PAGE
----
Published:

When an MP first elected in 2019 made that claim to us, our instinct was to leave it well alone.  That promotions take place because of what critics would call identity politics is scarcely a secret.

In any event, the only MPs from that intake who are formally part of the payroll vote are parliamentary private sectretaries.  None are Ministers yet.  And with the best will in the world, no-one much knows who they are.  The Government’s list is not refreshed between twice-yearly publication.

So it seemed strange to us to imply that the Whips’ Office is taking up virtue sigalling when very few people can see the signal.  There were other reasons for leaving the complaint well alone.

Determining who is and isn’t a woman is straightforward.  But without wanting to be too pernickety about it, can the same really be said of ethnic minority members?

To explore the point, let’s leave the 2019 intake and go straight to the top.  Boris Johnson is an eighth Turkish: his great-grandfather, Ali Kemal, was an Ottoman-born politician.

At what point would the Prime Minister become an ethnic minority politician.  If he were a quarter Turkish instead?  Half?  To confuse the genealogical picture further, he also has German and French ancestry, and describes himself as “a one man melting pot”.

Am answer to the question might be: if the MP concerned is visibly the member of an ethnic minority group.  But where does that leave Jews?

After all, Tories have cheerfully been slagging off Angela Rayner all week for suggesting on Twitter that Anas Sanwar is “the first ever ethnic minority leader of a political party anywhere in the UK”.  What about Ed Miliband, for starters?

One then moves from the choppy waters of ethnicity to the choppier ones of sexuality.  Some MPs are openly gay – there are estimates – others may not be (it has happened).  And it is not our business to enquire who does what in their private life.

Nonetheless, we’re here to report anything of significance taking place in the Conservative Party.  And to cut to the chase, the largest block of Conservative MPs remains male, white and straight (and middle aged).

So if enough of them think something is a problem, then that something is a problem – at least from the point of view of Downing Street, the whips and CCHQ.

And, sure enough, our MP insisted that he wasn’t the only such MP who felt that he was unfairly being denied the opportunity for promotion.

We have enough evidence to suggest that he is right and that other MPs have been briefing to much the same effect: consider this item from Guido Fawkes, who had a stab at working out some numbers and percentages.  So where does that take us?  Three points.

First, the MPs concerned insist that they aren’t homophobes, racists or misogynists but, rather, that the Whips’ Office and Number Ten are playing identify politics with promotions.  “Some of the women who’ve been promoted actually agree with us,” one said.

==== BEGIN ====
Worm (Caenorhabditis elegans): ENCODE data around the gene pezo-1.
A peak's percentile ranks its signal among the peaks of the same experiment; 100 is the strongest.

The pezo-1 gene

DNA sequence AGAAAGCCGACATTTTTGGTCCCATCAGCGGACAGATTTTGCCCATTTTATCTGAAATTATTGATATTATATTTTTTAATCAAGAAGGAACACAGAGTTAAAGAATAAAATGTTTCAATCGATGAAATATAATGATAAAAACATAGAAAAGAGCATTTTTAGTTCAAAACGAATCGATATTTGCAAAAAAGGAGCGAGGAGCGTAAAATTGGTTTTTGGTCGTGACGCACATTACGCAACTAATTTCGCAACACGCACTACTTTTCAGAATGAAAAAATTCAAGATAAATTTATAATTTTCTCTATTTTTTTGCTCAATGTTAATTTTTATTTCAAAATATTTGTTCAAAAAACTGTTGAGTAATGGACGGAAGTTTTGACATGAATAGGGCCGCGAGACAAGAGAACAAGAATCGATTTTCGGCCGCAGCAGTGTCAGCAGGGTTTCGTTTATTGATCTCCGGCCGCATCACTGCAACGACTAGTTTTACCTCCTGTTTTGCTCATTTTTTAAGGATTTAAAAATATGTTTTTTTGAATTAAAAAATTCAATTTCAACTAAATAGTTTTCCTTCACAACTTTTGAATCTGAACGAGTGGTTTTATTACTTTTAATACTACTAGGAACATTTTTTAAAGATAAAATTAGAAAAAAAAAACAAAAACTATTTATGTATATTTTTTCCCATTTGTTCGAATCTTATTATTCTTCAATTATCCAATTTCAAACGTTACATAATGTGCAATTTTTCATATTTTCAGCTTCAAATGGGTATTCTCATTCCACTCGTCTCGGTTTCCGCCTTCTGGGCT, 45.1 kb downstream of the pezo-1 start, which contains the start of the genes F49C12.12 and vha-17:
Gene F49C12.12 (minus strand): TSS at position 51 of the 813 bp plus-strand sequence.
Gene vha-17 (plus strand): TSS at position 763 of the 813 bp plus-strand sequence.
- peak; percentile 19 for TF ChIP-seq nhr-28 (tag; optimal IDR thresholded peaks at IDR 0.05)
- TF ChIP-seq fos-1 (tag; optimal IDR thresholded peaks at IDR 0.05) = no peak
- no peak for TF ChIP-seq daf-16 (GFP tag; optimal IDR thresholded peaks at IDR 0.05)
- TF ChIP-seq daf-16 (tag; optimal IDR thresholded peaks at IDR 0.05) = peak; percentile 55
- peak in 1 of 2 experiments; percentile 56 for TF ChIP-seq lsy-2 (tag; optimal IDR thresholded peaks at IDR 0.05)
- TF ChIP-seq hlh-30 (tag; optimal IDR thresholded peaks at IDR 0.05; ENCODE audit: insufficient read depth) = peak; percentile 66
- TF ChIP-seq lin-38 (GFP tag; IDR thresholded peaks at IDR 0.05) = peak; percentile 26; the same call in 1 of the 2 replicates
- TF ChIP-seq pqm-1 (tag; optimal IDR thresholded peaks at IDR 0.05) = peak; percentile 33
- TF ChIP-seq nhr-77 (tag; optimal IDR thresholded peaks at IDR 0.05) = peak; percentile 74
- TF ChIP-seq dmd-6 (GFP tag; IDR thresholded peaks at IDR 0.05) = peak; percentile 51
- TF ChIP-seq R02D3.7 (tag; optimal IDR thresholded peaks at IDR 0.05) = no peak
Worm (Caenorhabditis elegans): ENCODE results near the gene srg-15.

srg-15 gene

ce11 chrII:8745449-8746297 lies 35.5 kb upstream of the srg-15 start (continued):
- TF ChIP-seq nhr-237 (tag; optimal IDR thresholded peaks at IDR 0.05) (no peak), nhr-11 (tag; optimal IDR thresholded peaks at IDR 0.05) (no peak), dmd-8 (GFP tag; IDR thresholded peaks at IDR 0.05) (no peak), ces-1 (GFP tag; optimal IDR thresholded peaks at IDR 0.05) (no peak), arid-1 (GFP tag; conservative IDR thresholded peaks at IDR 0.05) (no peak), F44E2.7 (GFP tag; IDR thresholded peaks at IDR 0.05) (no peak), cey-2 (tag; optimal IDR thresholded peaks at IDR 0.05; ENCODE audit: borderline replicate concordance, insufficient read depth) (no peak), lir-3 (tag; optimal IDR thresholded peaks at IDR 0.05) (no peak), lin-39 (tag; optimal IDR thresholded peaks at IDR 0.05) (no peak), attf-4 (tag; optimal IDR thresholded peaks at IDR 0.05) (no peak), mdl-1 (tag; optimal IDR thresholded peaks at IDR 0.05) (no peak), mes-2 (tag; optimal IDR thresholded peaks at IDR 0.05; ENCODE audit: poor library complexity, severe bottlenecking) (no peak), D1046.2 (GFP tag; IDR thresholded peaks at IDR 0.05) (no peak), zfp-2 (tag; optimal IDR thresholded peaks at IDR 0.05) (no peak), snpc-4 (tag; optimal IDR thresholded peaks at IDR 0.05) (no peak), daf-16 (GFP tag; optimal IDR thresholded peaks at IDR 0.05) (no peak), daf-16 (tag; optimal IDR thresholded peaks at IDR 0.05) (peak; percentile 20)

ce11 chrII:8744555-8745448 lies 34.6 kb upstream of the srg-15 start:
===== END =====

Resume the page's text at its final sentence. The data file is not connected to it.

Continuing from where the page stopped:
Second, Downing Street and the Whips are well aware that a majority of 80 doesn’t provide the cushion that it would have done even during recent years.

The rise of the MP as constituency campaigner, the decline of patronage, the arrival in the Commons of a mass of Conservative MPs who didn’t expect to get elected, and the strange circumstances of Covid have worn that cushion away further.

If enough Tory MPs believe that their promotion prospects are reduced because identity politics is being pursued, they will rebel.  Which would be another complication that the Prime Minister doesn’t need.

Third, and perhaps most obviously, the Party has a range of views about identity politics: some Conservative MPs detest it, others think its necessary, others still that it’s an integral part of the modern world.

This helps to explain why Johnson shies away from attempts to enlist him in culture wars.  Our reflex is that identity politics is inherently unjust – because, in a kind of politically correct snobbery, it prizes status above merit.

But apply the opposite principle and you soon run into difficulties.  Leave aside in passing the point that some of the same people who complain about action to help ethnic minority members simultaneously urge initiatives to help the white working class – another collective.

More to the point, imagine a settlement whereby it was agreed to promote Tory MPs strictly on merit.  And that it so happened that no-one from Loamshire deserved a Ministerial job.

In no imaginable world would the whips then apply the principle – at least, not if they wanted to keep Loamshire happy, and the Government majority in the lobbies ticking over.

Furthermore, Conservatives back the view that merit trumps status less than you might think.  Very few of us believe in the abolition of the monarchy, to which no-one is appointed on merit, or indeed at all.

We leave to the last the most practical point – on a day during which the second ethnic minority Chancellor in two years, the first being also a Tory, presents his Budget.

Namely, that it’s important in political terms that the Conservative Party “looks like Britain”.  Whether or not the 2019 PPS appointments are stretching that idea a bit far, to the point where it begins to disintegrate, is what we journalists call “a developing story”.